Another lesser known track came next with Rick's song, Waiting So Long from Famous Last Words. And to balance the set up - the next track was also from the same album but was a little bit better known as they played a terrific version of the huge hit, It's Raining Again.
As is so gratefully accepted in Acapela performances, the Band have split the show into two halves and Part One is joyfully brought to a close with a blistering version of Goodbye Stranger. A special mention here for Anthony Clayton who provides several excellent electric guitar solos over the evening including a classic solo in Goodbye Stranger which he hits note for note while inserting some lovely flourishes of his own.
Well, we thought Part One was good - Part Two was even better when that harmonica solo begins and School emanates through the Acapela sound system. With another cracking guitar solo from Anthony Clayton the band are soon back into their stride.
Another track for the true fans came next with the song - You Started Laughing which was on the live album, Paris. Crime Of The Century once again provides the next track as the gorgeous Hide In Your Shell shows just how good a vocalist Tamas actually is.
And not to be outdone - Gary Hopkins puts in a stellar vocal performance for the following track, Just Another Nervous Wreck from Breakfast In America in which all of the band get a chance to really rock out and brought all of the Acapela audience straight to their feet.
It was another singalong moment next as the band performed Dreamer and raised the roof on Acapela.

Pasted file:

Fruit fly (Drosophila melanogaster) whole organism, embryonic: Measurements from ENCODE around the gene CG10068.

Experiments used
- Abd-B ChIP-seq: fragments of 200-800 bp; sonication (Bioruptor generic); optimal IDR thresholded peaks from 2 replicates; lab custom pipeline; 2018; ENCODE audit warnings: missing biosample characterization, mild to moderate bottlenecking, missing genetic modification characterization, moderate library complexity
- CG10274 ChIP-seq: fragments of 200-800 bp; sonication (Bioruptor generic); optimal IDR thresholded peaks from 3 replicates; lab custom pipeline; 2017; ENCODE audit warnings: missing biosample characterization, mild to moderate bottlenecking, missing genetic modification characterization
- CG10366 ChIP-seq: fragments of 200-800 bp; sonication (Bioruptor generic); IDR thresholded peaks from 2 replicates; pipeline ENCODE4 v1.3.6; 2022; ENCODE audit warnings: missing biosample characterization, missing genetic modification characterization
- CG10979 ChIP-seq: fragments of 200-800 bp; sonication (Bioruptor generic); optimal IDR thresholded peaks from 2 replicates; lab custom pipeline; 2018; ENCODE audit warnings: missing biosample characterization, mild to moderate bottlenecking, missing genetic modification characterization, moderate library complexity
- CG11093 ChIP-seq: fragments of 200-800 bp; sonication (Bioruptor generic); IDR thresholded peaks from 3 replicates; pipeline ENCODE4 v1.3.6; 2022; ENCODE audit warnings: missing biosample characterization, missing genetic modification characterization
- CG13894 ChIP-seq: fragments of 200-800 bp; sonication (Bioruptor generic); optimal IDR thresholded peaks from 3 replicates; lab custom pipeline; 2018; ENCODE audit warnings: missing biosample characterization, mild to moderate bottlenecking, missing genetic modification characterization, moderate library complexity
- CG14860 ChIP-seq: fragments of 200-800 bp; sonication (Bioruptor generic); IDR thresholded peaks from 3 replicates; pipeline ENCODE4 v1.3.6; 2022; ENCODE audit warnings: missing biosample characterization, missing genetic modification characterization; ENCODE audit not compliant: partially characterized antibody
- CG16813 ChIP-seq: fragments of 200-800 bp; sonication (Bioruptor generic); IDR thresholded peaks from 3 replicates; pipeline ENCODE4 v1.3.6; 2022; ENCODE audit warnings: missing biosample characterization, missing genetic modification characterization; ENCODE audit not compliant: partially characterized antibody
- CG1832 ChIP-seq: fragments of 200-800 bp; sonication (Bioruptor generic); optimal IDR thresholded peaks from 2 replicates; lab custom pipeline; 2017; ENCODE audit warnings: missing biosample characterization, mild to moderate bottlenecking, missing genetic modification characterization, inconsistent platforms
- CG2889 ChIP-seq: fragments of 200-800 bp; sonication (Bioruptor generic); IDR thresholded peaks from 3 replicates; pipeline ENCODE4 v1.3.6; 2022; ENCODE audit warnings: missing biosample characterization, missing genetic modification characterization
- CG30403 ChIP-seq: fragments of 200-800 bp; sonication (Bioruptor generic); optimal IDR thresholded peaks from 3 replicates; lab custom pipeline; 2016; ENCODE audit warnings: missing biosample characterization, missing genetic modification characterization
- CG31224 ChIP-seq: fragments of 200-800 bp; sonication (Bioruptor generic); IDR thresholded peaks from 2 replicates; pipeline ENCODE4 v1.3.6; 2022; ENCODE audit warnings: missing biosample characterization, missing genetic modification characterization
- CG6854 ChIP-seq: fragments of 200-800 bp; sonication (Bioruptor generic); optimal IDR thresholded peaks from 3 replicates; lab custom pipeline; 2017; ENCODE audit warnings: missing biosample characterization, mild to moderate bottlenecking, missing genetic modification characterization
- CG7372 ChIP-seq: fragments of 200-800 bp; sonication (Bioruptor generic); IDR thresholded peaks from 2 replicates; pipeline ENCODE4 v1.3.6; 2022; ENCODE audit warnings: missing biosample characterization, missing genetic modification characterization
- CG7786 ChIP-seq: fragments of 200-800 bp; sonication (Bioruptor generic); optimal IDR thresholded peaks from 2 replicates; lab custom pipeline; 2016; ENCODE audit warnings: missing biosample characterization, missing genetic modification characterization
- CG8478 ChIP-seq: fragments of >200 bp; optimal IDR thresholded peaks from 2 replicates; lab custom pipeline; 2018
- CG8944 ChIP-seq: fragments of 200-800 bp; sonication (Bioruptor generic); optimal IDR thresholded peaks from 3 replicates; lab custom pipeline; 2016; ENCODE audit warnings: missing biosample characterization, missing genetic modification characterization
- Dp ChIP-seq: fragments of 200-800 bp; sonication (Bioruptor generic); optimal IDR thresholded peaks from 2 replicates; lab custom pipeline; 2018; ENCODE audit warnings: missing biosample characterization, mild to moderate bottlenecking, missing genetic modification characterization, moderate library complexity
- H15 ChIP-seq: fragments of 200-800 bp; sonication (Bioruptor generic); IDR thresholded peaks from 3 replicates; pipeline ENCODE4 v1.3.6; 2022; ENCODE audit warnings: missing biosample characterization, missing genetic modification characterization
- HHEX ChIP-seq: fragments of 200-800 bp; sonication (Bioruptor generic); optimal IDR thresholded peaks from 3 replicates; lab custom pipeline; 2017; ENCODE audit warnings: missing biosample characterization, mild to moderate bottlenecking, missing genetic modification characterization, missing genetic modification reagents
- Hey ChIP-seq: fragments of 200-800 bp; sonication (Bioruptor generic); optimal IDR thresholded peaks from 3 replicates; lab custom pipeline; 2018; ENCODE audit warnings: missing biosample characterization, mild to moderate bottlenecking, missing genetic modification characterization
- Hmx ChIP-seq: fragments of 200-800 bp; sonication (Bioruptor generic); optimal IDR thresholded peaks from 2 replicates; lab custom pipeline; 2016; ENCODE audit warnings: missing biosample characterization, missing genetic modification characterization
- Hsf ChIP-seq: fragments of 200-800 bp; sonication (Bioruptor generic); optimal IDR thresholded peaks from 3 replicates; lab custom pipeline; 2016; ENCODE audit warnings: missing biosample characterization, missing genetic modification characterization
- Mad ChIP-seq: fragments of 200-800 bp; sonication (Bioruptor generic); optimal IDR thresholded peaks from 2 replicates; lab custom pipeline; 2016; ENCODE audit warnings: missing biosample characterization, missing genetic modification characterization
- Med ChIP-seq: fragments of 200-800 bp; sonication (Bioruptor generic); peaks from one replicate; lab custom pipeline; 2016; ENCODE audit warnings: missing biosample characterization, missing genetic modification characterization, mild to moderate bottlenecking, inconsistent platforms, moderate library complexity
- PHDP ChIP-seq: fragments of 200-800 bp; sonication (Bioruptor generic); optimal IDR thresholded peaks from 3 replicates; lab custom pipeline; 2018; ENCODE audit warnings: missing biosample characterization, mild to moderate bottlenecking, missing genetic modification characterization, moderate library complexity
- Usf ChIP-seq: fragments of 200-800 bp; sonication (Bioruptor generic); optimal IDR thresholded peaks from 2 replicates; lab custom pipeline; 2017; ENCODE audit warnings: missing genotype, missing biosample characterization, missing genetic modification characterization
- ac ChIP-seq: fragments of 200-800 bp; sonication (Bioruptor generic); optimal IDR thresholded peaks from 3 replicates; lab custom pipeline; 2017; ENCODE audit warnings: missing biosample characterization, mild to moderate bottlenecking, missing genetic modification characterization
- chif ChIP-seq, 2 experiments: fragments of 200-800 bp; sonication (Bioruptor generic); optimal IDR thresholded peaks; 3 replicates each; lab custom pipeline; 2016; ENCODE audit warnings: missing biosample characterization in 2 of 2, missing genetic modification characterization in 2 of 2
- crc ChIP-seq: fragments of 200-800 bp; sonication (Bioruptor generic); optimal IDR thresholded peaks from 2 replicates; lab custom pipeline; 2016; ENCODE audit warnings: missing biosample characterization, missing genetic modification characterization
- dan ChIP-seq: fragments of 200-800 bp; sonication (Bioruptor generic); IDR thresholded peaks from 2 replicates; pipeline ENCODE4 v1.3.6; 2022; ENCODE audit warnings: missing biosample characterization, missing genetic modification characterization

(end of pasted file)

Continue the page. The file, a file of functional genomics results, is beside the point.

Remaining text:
Just as I thought Even In The Quietest Moments deserved a mention - Gary Hopkins took to the mic and launched into an excellent version of From Now On. He then stayed at the mic to follow this with another killer album track - Rudy from Crime.
The 12 string was unboxed yet again for that other 12 string Supertamp hit from the Quietest Moments album - Give A Little Bit. Once again with 100% audience participation.
It was another 'shiver down the spine' moment next as that lovely piano phrase opens the epic track Fools Overture - the killer closing track of Even In The Quietest Moments. At over 11 minutes long, I didn't think they'd include it in the set - but by Jove, they did and it was absolutely brilliant as they included all of the sound effects included in the track. What a way to end a show and gave the band a well deserved standing ovation.
There was no way that the Acapela audience were letting these guys go without an encore and sure enough they came back with other huge Supertamp hit - The Logical Song. That would have been enough but they stayed on for one more track - and what a track to end with, the title track from Crime Of The Century which they played beautifully, leading to another well deserved standing ovation.
So the end to a fabulous night of music. So many smiling faces as the Acapela Audience got a chance to sing along with these fantastic songs. And so may great ones they could have played from that fabulous Supertramp back catalogue of music.
With Supertramp no longer around and Roger Hodgson playing only the larger venues - it's up to the passionate tribute bands such as Logicaltramp to keep these songs alive in a live context. And I have to say they did a superb job and I'd go and see them again tomorrow if I could. If they come near you, and you like the Supertramp catalogue then go and see them. You'll be surprised.
Twitter - @logicaltramp